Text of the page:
The New York Times published piece on the ordeal Greek homeowners experience during the process of foreclosures on their properties. The newspaper’s contributor, Niki Kitsantonis conveys the horrifying realities of ordinary people in an article entitled “Greek Homeowners Scramble as Repossession Looms: ‘It’s Like a Horror Movie”.
Even after retiring as an accountant, Michalis Hanis dutifully kept up with the mortgage payments on the small house in a suburb of Athens where he has lived for 23 years. That was until several years ago, when Greece’s economic crisis hit.
As part of belt-tightening measures demanded by Greece’s creditors, the government cut his pension by 35 percent. Like his country’s debts, his debts grew.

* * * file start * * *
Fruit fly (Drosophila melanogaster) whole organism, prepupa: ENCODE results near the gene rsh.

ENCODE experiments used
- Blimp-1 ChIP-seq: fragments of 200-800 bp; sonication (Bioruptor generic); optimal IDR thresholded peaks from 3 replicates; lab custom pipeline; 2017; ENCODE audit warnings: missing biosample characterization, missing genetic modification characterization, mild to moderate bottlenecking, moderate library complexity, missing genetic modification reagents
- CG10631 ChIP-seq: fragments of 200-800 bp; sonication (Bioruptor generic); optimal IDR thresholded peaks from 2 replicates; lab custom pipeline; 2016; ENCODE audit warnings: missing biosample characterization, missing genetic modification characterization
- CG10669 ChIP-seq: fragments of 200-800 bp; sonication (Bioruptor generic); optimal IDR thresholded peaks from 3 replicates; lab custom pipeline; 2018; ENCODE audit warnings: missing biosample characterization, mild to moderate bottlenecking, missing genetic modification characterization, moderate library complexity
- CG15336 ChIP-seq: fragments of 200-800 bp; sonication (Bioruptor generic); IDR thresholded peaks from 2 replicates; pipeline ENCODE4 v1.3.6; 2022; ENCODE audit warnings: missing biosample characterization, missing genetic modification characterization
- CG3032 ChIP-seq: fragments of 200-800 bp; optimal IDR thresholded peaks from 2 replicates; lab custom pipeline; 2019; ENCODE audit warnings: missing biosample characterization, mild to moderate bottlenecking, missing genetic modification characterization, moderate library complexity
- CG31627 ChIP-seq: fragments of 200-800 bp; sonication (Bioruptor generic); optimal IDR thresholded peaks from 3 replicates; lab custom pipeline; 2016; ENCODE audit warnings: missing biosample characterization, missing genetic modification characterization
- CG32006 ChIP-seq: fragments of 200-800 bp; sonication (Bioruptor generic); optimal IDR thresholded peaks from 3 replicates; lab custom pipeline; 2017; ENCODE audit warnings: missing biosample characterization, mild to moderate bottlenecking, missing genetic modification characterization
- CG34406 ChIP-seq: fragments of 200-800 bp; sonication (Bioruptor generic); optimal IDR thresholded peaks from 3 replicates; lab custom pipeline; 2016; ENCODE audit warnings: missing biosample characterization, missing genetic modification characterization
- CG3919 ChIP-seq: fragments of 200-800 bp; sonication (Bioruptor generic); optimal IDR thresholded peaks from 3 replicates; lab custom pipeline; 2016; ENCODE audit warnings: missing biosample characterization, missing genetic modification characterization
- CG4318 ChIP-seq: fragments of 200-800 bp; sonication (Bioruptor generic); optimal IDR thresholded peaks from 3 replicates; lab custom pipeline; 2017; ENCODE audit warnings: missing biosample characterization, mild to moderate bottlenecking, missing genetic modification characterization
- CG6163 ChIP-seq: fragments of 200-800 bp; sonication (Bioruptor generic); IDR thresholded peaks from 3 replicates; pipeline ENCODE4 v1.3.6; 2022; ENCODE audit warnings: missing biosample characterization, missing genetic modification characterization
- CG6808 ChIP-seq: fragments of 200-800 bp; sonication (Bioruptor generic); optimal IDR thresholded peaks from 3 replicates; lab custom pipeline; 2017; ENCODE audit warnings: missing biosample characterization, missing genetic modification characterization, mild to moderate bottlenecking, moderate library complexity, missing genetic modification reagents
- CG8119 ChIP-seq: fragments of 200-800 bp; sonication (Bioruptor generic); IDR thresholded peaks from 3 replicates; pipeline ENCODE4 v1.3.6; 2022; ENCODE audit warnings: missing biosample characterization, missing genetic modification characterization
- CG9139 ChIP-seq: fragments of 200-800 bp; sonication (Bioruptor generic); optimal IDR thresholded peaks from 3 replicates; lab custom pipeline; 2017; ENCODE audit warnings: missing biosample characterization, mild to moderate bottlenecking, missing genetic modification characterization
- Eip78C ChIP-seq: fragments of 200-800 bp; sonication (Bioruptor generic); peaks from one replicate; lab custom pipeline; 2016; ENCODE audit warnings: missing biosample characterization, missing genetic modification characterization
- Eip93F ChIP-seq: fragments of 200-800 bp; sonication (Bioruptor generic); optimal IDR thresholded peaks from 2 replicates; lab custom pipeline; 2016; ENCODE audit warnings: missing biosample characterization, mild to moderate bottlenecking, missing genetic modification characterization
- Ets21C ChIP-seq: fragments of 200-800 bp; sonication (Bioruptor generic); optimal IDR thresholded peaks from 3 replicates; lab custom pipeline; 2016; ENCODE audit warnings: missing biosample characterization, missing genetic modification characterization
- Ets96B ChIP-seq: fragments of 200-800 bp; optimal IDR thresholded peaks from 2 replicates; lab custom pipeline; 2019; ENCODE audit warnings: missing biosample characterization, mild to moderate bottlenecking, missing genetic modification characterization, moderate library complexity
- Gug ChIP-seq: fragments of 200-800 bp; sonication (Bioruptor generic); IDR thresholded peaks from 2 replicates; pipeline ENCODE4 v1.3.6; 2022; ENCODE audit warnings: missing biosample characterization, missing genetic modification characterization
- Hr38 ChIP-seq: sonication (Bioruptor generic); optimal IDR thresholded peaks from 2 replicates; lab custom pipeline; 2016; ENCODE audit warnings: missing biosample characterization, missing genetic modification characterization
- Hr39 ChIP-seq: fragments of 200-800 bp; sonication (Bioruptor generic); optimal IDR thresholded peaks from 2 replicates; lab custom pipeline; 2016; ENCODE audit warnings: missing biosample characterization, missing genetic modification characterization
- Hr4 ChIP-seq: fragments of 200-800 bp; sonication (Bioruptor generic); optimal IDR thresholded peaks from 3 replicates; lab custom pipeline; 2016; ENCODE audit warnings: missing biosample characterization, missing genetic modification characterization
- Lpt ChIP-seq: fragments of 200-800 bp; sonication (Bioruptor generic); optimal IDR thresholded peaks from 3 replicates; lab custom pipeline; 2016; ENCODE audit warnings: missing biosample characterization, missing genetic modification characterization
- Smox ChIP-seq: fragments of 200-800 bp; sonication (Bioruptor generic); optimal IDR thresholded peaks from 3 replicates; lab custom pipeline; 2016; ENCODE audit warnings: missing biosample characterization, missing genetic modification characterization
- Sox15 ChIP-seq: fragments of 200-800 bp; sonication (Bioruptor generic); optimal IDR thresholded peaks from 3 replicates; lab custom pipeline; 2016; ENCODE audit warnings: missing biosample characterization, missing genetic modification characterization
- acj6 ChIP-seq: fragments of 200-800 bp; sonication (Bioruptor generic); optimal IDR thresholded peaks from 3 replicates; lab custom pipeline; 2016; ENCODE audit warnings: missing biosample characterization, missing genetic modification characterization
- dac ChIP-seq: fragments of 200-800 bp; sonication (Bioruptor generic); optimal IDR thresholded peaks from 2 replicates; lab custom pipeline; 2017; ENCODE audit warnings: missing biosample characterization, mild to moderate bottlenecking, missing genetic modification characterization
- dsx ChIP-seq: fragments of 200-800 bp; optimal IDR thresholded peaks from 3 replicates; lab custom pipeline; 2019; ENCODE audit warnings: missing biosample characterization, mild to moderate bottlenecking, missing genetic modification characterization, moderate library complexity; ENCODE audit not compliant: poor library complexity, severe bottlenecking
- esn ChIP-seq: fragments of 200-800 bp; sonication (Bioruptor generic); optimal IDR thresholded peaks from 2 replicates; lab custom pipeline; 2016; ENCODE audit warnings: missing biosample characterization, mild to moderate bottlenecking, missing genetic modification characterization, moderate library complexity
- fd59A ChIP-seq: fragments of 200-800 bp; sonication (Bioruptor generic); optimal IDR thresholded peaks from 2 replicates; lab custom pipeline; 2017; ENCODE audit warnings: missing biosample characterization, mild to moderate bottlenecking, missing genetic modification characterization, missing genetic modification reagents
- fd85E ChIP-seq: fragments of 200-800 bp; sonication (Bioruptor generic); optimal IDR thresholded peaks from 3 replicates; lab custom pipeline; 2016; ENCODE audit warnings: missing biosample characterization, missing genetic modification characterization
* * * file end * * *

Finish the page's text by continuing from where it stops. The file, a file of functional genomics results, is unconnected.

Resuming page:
Now he has joined the tens of thousands of Greeks fighting to save their homes as a sudden wave of repossessions has struck this year, prompting mounting protests across Greece.
“It’s like a horror movie,” said Mr. Hanis, 63, who takes antidepressants and sleeping pills to cope. “You can never relax. I just want to protect my home.” The country’s creditors have pressed the government to allow the auction of delinquent debtors’ properties, collecting billions of euros that could be used to prop up tottering Greek banks.
Greek banks hold 108 billion euros, or about $119 billion, in bad loans, just under half of all loans given out. Of these, 41 percent are delinquent mortgages.
The real challenge is to address the problem of bad loans in a way that offers some hope to debtors like Mr. Hanis but does not undermine the banking system.
for more: New York Times